How to Calculate Warehouse Storage Costs
Being able to calculate and report your warehouse storage costs is key to financial, logistical and inventory planning. Warehouse owners need to be aware of the costs associated with running a storage facility to ensure their warehouse runs as efficiently as possible.
There are many factors that can influence the calculation of warehouse storage costs and it can be challenging to determine what outgoings you have. We’ve created this guide to help calculate your warehouse storage costs so that you can keep on top of your finances.
Warehouse storage cost calculator
The quickest way of calculating your warehouse storage costs is by following the steps outlined below along with the examples provided.
If you want to take other internal and external factors into consideration, you can find these later on in the guide.
1. Calculate the size of your warehouse
The first step is to work out how big your warehouse is. As you’re calculating costs for the warehouse as a whole, you need to measure the entirety of your storage facility into its square foot.
- Example: 500ft (L) x 200ft (W) = 100,000ft²
2. Review your financial statement
Financial statements are required by law to be published in Companies House. These statements will account for all the costs associated with running your warehouse for the year. Costs can include; rent, utilities, security, miscellaneous services, staff salaries, taxes etc. This collation of costs can also be referred to as operating costs.
- Example: £2,000,000
3. Find the cost per square foot
Finding the cost of each square foot in your warehouse will determine how much you are spending in order to store inventory. You’ll need to divide the total operating costs (step 2) by the square footage of your warehouse (step 1).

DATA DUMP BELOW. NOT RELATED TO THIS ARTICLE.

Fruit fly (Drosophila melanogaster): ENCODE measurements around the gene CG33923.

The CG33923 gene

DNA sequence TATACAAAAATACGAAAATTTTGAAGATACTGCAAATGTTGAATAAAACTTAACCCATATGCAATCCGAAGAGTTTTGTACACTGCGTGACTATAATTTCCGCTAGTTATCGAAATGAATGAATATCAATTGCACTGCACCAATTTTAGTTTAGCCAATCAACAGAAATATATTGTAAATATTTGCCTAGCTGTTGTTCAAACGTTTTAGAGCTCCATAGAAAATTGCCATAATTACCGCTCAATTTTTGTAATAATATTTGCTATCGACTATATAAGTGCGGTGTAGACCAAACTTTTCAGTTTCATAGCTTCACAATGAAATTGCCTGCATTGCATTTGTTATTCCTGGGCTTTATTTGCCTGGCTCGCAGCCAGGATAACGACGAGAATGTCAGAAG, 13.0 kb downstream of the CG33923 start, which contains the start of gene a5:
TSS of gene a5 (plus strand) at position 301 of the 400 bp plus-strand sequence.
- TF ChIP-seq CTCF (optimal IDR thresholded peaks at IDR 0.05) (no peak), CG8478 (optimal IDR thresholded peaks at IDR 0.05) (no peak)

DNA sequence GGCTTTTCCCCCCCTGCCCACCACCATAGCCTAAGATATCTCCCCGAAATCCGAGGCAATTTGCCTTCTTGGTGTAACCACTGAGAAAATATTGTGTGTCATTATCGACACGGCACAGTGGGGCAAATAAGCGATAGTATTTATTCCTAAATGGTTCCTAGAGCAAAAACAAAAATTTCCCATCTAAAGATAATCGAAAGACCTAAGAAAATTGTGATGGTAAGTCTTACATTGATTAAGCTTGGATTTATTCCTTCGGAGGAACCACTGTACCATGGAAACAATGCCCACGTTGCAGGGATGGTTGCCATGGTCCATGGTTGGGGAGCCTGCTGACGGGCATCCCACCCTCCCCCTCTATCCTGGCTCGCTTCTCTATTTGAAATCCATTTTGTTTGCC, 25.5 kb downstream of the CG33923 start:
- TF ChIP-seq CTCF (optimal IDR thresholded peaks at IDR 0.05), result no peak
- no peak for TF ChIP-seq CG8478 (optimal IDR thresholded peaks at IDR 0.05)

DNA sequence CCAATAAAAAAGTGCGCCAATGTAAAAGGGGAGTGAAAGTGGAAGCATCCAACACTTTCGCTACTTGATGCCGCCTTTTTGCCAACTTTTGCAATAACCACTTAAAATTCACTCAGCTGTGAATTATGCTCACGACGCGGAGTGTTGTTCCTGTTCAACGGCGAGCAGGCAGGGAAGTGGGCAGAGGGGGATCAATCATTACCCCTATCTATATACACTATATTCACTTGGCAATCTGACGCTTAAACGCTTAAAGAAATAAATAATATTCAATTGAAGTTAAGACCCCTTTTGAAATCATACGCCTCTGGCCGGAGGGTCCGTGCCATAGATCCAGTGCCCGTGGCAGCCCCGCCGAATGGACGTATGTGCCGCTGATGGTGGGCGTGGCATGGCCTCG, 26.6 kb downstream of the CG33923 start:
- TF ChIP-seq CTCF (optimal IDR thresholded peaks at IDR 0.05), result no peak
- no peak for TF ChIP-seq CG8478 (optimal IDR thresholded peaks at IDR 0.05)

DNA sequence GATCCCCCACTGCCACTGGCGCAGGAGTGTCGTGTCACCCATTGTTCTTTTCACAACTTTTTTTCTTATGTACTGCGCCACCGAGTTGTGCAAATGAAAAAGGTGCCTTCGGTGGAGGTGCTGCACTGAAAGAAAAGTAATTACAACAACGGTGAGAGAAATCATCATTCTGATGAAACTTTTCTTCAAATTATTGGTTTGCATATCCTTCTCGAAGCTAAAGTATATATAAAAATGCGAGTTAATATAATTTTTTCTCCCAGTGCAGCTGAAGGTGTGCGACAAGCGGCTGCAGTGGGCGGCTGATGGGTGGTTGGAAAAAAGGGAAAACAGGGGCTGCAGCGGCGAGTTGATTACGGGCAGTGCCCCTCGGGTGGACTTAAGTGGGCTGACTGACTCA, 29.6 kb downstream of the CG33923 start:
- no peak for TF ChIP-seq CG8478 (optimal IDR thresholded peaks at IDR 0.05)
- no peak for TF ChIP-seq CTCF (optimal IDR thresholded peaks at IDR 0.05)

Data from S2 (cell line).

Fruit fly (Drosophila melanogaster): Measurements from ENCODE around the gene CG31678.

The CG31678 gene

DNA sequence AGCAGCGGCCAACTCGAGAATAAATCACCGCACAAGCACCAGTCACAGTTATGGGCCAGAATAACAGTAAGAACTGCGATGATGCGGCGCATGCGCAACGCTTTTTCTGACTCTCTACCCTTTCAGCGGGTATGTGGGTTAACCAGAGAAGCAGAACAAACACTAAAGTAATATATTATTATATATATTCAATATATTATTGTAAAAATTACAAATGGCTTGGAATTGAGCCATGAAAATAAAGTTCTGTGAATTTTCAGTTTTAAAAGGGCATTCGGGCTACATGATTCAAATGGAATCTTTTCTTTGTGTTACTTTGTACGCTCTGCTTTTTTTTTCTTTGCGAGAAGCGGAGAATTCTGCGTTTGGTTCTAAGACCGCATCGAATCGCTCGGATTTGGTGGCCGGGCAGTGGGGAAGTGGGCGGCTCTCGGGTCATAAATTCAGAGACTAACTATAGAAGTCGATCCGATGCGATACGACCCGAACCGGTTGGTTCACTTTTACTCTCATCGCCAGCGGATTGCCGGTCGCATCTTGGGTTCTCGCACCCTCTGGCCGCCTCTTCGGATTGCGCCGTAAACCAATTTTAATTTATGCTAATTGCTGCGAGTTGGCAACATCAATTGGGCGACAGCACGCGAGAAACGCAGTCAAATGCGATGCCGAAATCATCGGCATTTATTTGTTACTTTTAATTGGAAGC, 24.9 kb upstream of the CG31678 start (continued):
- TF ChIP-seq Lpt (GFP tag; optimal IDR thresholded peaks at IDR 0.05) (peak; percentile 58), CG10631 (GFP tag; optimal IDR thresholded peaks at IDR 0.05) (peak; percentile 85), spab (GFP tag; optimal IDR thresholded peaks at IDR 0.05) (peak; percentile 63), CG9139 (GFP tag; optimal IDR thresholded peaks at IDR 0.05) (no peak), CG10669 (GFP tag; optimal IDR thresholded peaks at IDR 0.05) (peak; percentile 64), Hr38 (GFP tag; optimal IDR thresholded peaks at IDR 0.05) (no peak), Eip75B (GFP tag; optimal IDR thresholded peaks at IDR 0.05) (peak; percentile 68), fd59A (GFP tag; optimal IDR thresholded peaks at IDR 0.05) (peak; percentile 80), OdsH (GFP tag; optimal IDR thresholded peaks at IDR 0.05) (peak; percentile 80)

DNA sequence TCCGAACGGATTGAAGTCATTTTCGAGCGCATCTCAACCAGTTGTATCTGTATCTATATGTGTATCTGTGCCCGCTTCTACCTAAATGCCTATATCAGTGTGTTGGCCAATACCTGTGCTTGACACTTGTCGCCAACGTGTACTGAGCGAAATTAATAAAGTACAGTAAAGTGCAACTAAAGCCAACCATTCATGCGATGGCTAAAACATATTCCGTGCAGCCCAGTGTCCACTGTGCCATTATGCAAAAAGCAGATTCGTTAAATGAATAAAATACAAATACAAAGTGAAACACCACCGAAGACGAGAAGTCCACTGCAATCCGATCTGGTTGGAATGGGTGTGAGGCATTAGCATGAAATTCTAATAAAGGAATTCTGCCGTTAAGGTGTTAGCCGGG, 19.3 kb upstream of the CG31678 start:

- Example: £2,000,000 / 100,000ft² = £20 per square foot
4. Find the cost per unit
This is the number that warehouse owners and operators are generally focused on. Knowing the cost per unit (CPU) gives them a guide on what margins to expect each month, quarter or year. To calculate the average CPU, you need to divide the operating costs (step 2) by how many units you handled for the year.
- Example: £2,000,000 / 1,600,000 units = £1.25 per unit
Other factors to consider
If you want to find the costs for usable storage space, you’ll need to calculate the storage capacity of your warehouse in step 1, rather than the total size of your warehouse – substitute these numbers for the rest of the calculation.
Having a warehouse in a prime location will cost naturally cost more than those that are not. These costs can be an increase in rent, salaries, access to the warehouse etc.
If you’re looking to increase the amount of storage space in your warehouse then this will be added to your operating costs. Investing in storage systems will increase your average CPU in the short term, but will make a huge difference further down the line.
If you have ‘dead’ inventory (products that have remained in your warehouse for a significant amount of time), this will increase your CPU. Rotating stock and making sure everything is moved on, will help reduce your warehouse storage costs.
To find out ways on how you can reduce your warehouse storage costs, Oakway Storage has a number of solutions that help businesses like yours. Get in touch with one of our experts to discuss the options on how we can help you, by filling out the form below.